January 18, 2016

The Children Act, Ian McEwan - January 25, 2016

We'll meet January 25 at Julie's house to discuss The Children Act.

Supplemental materials:

  • Katherine will have a lot of things for us because her dad teaches this text as part of a seminar
  • Publisher's discussion questions
  • Kalamazoo Public Library discussion questions
  • New York Times review
  • Washington Post review
  • The Guardian review
  • NPR review
  • Kirkus review
  • The Spectator review
  • Ian McEwan's web site - includes a video introduction by McEwan to The Children Act and video of a discussion between McEwan and Martin Amis
  • Transcript of an interview with McEwan about TCA on the Diane Rehm show (whoever she is)

January 2, 2016

The Age of Innocence, Edith Wharton - January 4, 2015

We'll meet on January 4 at Kerry's house to discuss The Age of Innocence by Edith Wharton.

Supplemental materials:

  • Publisher's discussion questions posted at LitLovers
  • Segullah Book Club's discussion, including a couple of their own questions 
  • Mount Pleasant Public Library discussion questions
  • Julie Olin-Ammentorp's discussion questions
  • Teacher Vision's entry for The Age of Innocence, including some biographical material about Wharton
  • Novel Guide essay questions/answers
  • Masterwork study by Linda Wagner-Martin: The Age of Innocence: A Novel of Ironic Nostalgia (Thanks, Suzanne!)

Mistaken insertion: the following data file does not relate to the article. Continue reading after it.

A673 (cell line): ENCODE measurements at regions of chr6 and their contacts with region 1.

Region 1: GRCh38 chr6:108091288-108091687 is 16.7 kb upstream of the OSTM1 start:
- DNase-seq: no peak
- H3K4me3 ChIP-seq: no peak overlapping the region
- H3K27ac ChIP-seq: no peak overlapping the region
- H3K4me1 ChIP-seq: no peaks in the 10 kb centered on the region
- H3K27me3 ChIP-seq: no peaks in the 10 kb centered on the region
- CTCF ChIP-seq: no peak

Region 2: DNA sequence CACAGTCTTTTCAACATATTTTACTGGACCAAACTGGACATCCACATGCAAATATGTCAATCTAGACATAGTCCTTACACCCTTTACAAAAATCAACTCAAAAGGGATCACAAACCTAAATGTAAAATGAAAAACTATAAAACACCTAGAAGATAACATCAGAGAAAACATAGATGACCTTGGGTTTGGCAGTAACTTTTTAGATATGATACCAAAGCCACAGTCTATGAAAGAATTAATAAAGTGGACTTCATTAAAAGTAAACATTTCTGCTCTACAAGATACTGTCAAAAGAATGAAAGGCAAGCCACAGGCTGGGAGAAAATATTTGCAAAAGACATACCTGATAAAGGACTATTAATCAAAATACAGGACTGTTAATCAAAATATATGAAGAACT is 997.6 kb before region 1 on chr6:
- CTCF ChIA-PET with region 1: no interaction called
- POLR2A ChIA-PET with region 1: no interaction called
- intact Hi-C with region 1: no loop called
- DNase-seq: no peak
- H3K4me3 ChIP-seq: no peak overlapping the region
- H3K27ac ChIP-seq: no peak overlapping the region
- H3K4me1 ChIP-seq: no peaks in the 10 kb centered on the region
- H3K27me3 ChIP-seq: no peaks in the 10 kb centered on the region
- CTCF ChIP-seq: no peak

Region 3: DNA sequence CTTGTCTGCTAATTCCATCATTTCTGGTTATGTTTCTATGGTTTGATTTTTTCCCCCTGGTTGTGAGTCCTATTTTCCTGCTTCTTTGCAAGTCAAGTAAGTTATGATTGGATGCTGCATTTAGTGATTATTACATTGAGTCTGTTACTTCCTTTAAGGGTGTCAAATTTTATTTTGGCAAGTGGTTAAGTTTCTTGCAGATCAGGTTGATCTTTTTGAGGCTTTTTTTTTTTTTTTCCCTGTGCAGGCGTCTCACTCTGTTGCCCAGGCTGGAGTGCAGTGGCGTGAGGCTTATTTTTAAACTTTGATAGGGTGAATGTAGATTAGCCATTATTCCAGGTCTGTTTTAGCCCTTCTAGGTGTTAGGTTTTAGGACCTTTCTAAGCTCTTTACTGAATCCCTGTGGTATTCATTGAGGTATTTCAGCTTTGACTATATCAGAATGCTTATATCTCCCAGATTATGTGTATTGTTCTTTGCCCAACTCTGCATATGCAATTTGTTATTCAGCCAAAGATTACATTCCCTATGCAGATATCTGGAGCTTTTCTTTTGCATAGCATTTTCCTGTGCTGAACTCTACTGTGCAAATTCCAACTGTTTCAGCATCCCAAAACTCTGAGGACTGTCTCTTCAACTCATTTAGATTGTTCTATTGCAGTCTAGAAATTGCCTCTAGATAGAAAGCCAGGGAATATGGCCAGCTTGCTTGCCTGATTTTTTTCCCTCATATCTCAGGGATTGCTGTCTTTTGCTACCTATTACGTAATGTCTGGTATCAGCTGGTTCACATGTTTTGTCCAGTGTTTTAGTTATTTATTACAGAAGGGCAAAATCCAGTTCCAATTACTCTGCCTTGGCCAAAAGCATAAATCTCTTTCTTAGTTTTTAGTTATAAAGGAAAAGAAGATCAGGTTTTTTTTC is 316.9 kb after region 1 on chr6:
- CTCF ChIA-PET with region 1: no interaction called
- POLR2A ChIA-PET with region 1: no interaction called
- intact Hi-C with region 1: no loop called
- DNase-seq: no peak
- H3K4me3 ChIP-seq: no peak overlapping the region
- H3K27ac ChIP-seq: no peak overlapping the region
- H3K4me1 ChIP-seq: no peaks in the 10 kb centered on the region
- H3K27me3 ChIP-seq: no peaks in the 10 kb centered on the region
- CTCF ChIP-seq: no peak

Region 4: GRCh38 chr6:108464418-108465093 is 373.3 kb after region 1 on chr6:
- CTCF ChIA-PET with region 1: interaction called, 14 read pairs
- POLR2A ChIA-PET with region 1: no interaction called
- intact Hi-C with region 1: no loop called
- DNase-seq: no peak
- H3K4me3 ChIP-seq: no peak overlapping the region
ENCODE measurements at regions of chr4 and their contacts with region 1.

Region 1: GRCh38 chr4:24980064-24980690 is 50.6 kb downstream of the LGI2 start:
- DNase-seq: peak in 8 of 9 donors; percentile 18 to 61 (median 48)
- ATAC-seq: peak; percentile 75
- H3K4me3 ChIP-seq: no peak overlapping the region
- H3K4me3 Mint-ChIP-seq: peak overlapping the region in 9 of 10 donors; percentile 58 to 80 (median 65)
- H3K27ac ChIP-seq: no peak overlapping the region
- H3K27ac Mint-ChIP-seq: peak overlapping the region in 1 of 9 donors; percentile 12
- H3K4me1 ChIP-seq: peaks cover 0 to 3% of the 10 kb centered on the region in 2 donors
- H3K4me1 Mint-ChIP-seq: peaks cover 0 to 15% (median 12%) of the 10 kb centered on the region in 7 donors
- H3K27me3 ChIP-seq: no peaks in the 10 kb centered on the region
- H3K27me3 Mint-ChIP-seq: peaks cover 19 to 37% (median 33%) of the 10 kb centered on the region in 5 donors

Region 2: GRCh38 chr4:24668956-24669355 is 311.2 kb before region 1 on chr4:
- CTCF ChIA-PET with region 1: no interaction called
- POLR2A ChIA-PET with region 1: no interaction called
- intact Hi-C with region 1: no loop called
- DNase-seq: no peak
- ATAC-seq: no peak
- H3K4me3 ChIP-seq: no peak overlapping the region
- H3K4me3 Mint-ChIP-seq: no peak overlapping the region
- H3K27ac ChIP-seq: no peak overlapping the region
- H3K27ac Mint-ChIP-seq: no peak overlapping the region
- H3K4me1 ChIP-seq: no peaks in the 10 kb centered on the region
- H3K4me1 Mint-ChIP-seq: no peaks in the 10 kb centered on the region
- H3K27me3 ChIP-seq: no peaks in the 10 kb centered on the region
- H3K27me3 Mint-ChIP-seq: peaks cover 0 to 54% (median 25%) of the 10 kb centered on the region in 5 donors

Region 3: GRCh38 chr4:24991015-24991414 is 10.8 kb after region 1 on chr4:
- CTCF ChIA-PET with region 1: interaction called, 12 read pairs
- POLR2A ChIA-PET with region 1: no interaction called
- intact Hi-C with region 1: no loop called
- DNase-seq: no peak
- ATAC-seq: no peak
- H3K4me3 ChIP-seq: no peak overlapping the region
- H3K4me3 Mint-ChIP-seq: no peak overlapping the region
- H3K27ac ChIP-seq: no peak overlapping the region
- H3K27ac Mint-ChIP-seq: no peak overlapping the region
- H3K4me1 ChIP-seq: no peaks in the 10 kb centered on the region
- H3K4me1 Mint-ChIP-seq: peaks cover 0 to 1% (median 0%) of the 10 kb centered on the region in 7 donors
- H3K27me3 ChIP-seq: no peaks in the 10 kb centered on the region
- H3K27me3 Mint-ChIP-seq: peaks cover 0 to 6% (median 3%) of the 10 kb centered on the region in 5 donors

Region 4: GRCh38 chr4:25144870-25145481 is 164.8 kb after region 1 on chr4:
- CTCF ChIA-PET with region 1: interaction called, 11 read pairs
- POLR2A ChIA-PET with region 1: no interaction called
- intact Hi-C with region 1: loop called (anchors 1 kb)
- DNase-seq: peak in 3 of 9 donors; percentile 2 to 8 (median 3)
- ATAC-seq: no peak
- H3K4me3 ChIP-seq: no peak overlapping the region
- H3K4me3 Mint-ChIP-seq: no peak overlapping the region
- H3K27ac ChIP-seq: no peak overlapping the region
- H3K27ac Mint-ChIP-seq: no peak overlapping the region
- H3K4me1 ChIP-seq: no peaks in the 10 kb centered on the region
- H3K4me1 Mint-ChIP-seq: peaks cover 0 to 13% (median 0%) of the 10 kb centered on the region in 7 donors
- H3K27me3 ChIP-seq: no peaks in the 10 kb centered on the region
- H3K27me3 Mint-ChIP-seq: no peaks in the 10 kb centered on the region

• New Yorker article from 2014 when Wharton's early letters were auctioned at Christie's. Article includes lots of biographical info about her.
  • Journal article, "Silencing Women in Edith Wharton's The Age of Innocence," Clair Virginia Eby, Colby Quarterly, Vol. 28, 1992
  • Critical essay, "The Ironic Structure and Untold Stories in The Age of Innocence," Kathy Miller Hadley, Twentieth Century Literary Criticism, Vol. 53, 1991
  • Discussion amongst some readers on Goodreads about Newland Archer being a jerk
  • From Kathy, here are two poems that she found illuminating on the question of Newland Archer's character:  My Heart by Frank O'Hara, and I Dwell in Possibility by Emily Dickinson
As always, let me know if you come across useful materials/questions.

Steph's discussion topic: How does living amidst rigid social mores (pretend there's an accent on that e) affect a person's ability to make moral judgements? What purpose do mores serve?